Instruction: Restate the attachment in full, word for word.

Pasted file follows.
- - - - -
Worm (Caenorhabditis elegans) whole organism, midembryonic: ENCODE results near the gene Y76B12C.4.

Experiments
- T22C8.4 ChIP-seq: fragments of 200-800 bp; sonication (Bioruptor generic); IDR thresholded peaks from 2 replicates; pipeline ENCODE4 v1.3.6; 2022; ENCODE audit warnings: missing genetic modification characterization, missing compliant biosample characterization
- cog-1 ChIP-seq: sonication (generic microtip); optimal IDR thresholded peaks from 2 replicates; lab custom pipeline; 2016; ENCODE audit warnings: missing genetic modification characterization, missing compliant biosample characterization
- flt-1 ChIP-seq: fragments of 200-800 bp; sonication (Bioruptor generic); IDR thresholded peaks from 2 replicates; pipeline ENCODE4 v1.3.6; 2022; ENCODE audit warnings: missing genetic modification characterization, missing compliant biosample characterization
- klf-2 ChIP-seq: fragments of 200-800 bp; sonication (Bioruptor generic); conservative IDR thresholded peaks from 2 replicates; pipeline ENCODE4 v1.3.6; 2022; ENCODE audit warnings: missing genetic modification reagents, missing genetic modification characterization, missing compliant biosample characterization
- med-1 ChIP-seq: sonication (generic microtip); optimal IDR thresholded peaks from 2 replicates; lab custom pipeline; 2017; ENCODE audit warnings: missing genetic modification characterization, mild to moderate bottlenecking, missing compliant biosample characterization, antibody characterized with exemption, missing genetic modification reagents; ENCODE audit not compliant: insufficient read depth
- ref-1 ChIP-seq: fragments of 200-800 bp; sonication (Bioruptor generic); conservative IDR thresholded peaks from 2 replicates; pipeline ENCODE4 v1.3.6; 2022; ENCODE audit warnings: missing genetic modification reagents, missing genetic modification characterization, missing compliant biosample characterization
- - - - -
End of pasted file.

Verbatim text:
Worm (Caenorhabditis elegans) whole organism, midembryonic: ENCODE results near the gene Y76B12C.4.

Experiments
- T22C8.4 ChIP-seq: fragments of 200-800 bp; sonication (Bioruptor generic); IDR thresholded peaks from 2 replicates; pipeline ENCODE4 v1.3.6; 2022; ENCODE audit warnings: missing genetic modification characterization, missing compliant biosample characterization
- cog-1 ChIP-seq: sonication (generic microtip); optimal IDR thresholded peaks from 2 replicates; lab custom pipeline; 2016; ENCODE audit warnings: missing genetic modification characterization, missing compliant biosample characterization
- flt-1 ChIP-seq: fragments of 200-800 bp; sonication (Bioruptor generic); IDR thresholded peaks from 2 replicates; pipeline ENCODE4 v1.3.6; 2022; ENCODE audit warnings: missing genetic modification characterization, missing compliant biosample characterization
- klf-2 ChIP-seq: fragments of 200-800 bp; sonication (Bioruptor generic); conservative IDR thresholded peaks from 2 replicates; pipeline ENCODE4 v1.3.6; 2022; ENCODE audit warnings: missing genetic modification reagents, missing genetic modification characterization, missing compliant biosample characterization
- med-1 ChIP-seq: sonication (generic microtip); optimal IDR thresholded peaks from 2 replicates; lab custom pipeline; 2017; ENCODE audit warnings: missing genetic modification characterization, mild to moderate bottlenecking, missing compliant biosample characterization, antibody characterized with exemption, missing genetic modification reagents; ENCODE audit not compliant: insufficient read depth
- ref-1 ChIP-seq: fragments of 200-800 bp; sonication (Bioruptor generic); conservative IDR thresholded peaks from 2 replicates; pipeline ENCODE4 v1.3.6; 2022; ENCODE audit warnings: missing genetic modification reagents, missing genetic modification characterization, missing compliant biosample characterization